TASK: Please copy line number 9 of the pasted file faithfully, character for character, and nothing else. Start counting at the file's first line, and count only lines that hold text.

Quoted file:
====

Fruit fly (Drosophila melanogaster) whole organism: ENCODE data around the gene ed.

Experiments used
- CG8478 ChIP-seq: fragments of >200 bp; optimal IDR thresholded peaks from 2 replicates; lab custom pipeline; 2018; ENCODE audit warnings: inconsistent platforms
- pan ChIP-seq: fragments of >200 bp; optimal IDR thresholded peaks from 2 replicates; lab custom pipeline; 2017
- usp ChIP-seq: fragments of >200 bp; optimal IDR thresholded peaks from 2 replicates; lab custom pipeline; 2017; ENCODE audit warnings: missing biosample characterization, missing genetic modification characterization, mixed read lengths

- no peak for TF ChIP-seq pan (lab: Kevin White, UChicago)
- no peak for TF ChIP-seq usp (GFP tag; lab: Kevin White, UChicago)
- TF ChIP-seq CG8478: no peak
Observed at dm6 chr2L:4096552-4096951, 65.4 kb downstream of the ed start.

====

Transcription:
Observed at dm6 chr2L:4096552-4096951, 65.4 kb downstream of the ed start.